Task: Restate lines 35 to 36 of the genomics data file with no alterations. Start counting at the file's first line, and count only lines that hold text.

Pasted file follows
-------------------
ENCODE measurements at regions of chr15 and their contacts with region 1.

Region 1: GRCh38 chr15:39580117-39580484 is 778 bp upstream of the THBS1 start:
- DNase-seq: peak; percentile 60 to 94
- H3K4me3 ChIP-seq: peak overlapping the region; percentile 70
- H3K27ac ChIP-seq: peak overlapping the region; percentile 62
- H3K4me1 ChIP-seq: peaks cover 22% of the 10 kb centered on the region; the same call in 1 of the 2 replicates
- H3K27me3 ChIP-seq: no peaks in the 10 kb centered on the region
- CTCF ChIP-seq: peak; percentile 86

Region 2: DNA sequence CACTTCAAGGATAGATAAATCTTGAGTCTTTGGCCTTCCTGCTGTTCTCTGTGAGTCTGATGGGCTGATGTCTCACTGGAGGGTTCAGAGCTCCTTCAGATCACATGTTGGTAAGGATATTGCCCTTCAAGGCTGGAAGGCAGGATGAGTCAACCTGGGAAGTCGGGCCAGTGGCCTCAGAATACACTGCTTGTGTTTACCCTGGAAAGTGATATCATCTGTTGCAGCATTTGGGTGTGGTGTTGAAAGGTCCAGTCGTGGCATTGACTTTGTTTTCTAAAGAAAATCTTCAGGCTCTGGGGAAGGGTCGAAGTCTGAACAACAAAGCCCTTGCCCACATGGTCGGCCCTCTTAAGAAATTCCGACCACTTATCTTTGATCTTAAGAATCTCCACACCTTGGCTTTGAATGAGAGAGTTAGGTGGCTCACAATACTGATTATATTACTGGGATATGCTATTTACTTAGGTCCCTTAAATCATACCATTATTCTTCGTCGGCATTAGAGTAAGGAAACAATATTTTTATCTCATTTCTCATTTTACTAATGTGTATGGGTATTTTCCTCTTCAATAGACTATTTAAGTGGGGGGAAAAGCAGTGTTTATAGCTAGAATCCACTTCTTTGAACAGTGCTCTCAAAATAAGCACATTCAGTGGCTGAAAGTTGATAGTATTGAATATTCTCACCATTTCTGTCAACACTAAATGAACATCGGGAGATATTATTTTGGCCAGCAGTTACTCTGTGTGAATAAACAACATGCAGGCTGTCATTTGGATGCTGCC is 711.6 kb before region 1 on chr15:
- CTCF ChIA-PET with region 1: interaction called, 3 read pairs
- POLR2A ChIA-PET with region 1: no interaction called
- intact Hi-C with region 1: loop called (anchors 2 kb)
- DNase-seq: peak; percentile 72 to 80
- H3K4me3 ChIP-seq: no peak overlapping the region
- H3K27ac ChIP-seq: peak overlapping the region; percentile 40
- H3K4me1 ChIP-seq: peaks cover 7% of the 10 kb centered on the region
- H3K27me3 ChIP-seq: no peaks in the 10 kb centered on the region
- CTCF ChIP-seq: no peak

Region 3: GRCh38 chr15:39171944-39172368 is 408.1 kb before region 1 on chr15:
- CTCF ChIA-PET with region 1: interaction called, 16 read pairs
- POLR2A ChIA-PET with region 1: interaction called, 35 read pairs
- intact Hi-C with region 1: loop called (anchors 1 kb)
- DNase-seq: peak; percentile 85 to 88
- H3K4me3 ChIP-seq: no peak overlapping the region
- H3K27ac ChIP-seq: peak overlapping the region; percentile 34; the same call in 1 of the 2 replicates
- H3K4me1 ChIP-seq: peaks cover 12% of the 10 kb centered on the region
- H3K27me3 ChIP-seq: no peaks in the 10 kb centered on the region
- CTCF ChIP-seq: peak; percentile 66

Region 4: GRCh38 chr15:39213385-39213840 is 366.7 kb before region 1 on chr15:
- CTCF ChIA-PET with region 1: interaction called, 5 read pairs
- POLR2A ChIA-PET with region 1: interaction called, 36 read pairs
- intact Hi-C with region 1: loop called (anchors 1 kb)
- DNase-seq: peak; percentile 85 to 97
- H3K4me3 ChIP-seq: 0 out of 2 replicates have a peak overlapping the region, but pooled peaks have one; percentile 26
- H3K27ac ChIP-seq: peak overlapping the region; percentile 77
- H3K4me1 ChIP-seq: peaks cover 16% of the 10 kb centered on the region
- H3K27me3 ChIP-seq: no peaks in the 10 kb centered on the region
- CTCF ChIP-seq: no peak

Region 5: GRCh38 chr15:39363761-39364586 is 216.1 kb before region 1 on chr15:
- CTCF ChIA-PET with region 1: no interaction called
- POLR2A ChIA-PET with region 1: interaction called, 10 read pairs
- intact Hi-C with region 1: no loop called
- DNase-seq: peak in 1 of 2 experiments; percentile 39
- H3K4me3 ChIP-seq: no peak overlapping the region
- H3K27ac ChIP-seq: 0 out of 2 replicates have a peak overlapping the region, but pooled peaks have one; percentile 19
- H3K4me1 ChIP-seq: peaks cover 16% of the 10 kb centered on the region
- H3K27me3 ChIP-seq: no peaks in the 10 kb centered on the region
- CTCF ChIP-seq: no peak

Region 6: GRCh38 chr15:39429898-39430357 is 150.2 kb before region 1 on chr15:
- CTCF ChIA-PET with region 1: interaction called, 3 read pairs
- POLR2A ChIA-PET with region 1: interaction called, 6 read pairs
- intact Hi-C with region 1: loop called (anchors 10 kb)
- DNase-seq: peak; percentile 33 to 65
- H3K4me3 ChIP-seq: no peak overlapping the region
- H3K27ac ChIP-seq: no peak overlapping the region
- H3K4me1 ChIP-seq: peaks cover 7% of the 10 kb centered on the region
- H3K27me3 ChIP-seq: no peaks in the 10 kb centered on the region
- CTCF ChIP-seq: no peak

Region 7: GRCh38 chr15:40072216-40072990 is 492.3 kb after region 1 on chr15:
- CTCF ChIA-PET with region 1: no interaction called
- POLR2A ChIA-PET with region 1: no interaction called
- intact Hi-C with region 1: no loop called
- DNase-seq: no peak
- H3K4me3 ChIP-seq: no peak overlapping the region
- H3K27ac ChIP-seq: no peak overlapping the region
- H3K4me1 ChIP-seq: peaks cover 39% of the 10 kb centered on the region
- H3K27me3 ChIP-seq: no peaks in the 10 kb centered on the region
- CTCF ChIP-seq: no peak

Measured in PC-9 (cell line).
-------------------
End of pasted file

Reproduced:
- H3K27ac ChIP-seq: peak overlapping the region; percentile 77
- H3K4me1 ChIP-seq: peaks cover 16% of the 10 kb centered on the region